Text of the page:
Upon the whole, it may be justly questioned, whether Dryden shewed his judgment in the choice of a subject which compelled an immediate parallel betwixt Milton and himself, upon a subject so exclusively favourable to the powers of the former. Indeed, according to Dennis, notwithstanding Dryden's admiration of Milton, he evinced sufficiently by this undertaking, what he himself confessed twenty years afterwards, that he was not sensible of half the extent of his excellence. In the "Town and Country Mouse," Mr Bayes is made to term Milton "a rough unhewn fellow ;" and Dryden himself, even in the dedication to the Translation from Juvenal, a work of his advanced life, alleges, that, though he found in that poet a true sublimity and lofty thoughts, clothed with admirable Grecisms, he did not find the elegant turn of words and expression proper to the Italian poets and to Spenser. In the same treatise, he undertakes to excuse, but not to justify Milton, for his choice of blank verse, affirming that he possessed neither grace nor facility in rhyming. A consciousness of the harmony of his own numbers, and a predilection for that kind of verse, in which he excelled, seemed to have encouraged him to think he could improve the " Paradise Lost." Baker observes but too truly, that the "State of Innocence" recals the idea reprobated by Marvell in his Address to Milton:

Or if a work so infinite be spann'd,
Jealous I was, lest some less skilful hand,
Such as disquiet always what is well,

And by ill imitating would excel,

Might hence presume the whole Creation's day
To change in scenes, and shew it in a play.

The "State of Innocence" seems to have been undertaken by Dryden during a cessation of his theatrical labours, and was first published in 1674, shortly after the death of Milton, which took place on the 8th of November in the same year,






AMBITION is so far from being a vice in poets, that it is almost impossible for them to succeed without it. Imagination must be raised, by a desire of

* Mary of Este, daughter of the Duke of Modena, and second wife to James Duke of York, afterwards James II. She was married to him by proxy in 1673, and came over in the year following. Notwithstanding her husband's unpopularity, and her own attachment to the Roman Catholic religion, her youth, beauty, and innocence, secured her from insult and slander during all the stormy period which preceded her accession to the crown. Even Burnet, reluctantly, admits the force of her charms, and the inoffensiveness of her conduct. But her beauty produced a more lasting effect on the young and gallant, than on that austere and stubborn partizan; and its force must be allowed, since it was extolled even when Mary was dethroned and exiled. Granville, Lord Lansdowne, has praised her in "The Progress of Beauty;" and I cannot forbear transscribing some of the verses, on account of the gallant spirit of the 7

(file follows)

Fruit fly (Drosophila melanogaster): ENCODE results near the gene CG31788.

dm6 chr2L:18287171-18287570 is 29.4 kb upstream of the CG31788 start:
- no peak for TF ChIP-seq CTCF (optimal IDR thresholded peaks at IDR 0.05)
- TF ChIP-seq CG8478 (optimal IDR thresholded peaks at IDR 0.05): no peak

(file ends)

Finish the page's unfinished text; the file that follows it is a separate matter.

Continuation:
fame, to a desire of pleasing; and they whom, in all ages, poets have endeavoured most to please, have

author, who scorned to change with fortune, and continued to admire and celebrate, in adversity, the charms which he had worshipped in the meridian of prosperity.

And now, my muse, a nobler flight prepare,
And sing so loud that heaven and earth may hear.
Behold from Italy an awful ray

Of heavenly light illuminates the day;
Northward she bends, majestically bright,
And here she fixes her imperial light.
Be bold, be bold, my muse, nor fear to raise
Thy voice to her who was thy earliest praise.
What though the sullen fates refuse to shine,
Or frown severe on thy audacious line;
Keep thy bright theme within thy steady sight,
The clouds shall fly before thy dazzling light,